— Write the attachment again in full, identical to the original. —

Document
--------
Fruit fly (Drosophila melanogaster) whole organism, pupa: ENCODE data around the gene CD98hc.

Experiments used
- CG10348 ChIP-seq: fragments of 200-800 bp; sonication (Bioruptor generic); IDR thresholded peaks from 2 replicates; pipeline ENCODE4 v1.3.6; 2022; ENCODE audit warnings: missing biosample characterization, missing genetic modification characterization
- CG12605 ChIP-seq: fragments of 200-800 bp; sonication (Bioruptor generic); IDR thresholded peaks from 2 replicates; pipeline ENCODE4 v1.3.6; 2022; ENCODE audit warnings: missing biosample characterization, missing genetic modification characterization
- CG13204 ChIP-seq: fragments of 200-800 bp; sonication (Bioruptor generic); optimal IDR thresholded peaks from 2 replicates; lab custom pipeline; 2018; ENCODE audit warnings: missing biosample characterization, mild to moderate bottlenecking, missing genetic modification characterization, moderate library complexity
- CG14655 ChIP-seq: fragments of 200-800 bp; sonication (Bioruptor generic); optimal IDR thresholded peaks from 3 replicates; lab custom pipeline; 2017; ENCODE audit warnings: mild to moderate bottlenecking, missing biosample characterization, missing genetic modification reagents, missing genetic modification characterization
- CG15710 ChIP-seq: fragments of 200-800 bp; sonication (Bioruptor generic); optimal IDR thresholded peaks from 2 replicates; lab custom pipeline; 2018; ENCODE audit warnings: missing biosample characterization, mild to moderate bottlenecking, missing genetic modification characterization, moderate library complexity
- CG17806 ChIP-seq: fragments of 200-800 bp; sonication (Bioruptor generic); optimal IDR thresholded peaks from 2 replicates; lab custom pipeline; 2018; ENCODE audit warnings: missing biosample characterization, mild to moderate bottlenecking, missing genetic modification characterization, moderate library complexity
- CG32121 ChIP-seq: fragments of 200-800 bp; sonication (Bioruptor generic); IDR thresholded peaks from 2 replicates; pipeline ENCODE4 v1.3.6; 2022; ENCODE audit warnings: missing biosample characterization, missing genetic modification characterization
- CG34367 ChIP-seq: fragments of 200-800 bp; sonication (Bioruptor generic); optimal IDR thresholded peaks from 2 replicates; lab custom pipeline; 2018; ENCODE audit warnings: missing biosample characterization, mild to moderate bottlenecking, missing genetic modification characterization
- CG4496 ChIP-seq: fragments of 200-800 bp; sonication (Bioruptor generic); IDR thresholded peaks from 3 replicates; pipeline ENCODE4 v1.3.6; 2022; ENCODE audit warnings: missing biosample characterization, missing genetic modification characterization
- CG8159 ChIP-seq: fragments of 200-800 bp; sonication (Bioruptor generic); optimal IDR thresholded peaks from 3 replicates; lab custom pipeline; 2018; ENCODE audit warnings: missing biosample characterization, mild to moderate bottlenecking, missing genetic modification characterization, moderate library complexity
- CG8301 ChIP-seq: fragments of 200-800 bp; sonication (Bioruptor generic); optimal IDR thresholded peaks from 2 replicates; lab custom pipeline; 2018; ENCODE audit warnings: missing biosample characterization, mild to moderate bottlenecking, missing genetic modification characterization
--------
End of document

Fruit fly (Drosophila melanogaster) whole organism, pupa: ENCODE data around the gene CD98hc.

Experiments used
- CG10348 ChIP-seq: fragments of 200-800 bp; sonication (Bioruptor generic); IDR thresholded peaks from 2 replicates; pipeline ENCODE4 v1.3.6; 2022; ENCODE audit warnings: missing biosample characterization, missing genetic modification characterization
- CG12605 ChIP-seq: fragments of 200-800 bp; sonication (Bioruptor generic); IDR thresholded peaks from 2 replicates; pipeline ENCODE4 v1.3.6; 2022; ENCODE audit warnings: missing biosample characterization, missing genetic modification characterization
- CG13204 ChIP-seq: fragments of 200-800 bp; sonication (Bioruptor generic); optimal IDR thresholded peaks from 2 replicates; lab custom pipeline; 2018; ENCODE audit warnings: missing biosample characterization, mild to moderate bottlenecking, missing genetic modification characterization, moderate library complexity
- CG14655 ChIP-seq: fragments of 200-800 bp; sonication (Bioruptor generic); optimal IDR thresholded peaks from 3 replicates; lab custom pipeline; 2017; ENCODE audit warnings: mild to moderate bottlenecking, missing biosample characterization, missing genetic modification reagents, missing genetic modification characterization
- CG15710 ChIP-seq: fragments of 200-800 bp; sonication (Bioruptor generic); optimal IDR thresholded peaks from 2 replicates; lab custom pipeline; 2018; ENCODE audit warnings: missing biosample characterization, mild to moderate bottlenecking, missing genetic modification characterization, moderate library complexity
- CG17806 ChIP-seq: fragments of 200-800 bp; sonication (Bioruptor generic); optimal IDR thresholded peaks from 2 replicates; lab custom pipeline; 2018; ENCODE audit warnings: missing biosample characterization, mild to moderate bottlenecking, missing genetic modification characterization, moderate library complexity
- CG32121 ChIP-seq: fragments of 200-800 bp; sonication (Bioruptor generic); IDR thresholded peaks from 2 replicates; pipeline ENCODE4 v1.3.6; 2022; ENCODE audit warnings: missing biosample characterization, missing genetic modification characterization
- CG34367 ChIP-seq: fragments of 200-800 bp; sonication (Bioruptor generic); optimal IDR thresholded peaks from 2 replicates; lab custom pipeline; 2018; ENCODE audit warnings: missing biosample characterization, mild to moderate bottlenecking, missing genetic modification characterization
- CG4496 ChIP-seq: fragments of 200-800 bp; sonication (Bioruptor generic); IDR thresholded peaks from 3 replicates; pipeline ENCODE4 v1.3.6; 2022; ENCODE audit warnings: missing biosample characterization, missing genetic modification characterization
- CG8159 ChIP-seq: fragments of 200-800 bp; sonication (Bioruptor generic); optimal IDR thresholded peaks from 3 replicates; lab custom pipeline; 2018; ENCODE audit warnings: missing biosample characterization, mild to moderate bottlenecking, missing genetic modification characterization, moderate library complexity
- CG8301 ChIP-seq: fragments of 200-800 bp; sonication (Bioruptor generic); optimal IDR thresholded peaks from 2 replicates; lab custom pipeline; 2018; ENCODE audit warnings: missing biosample characterization, mild to moderate bottlenecking, missing genetic modification characterization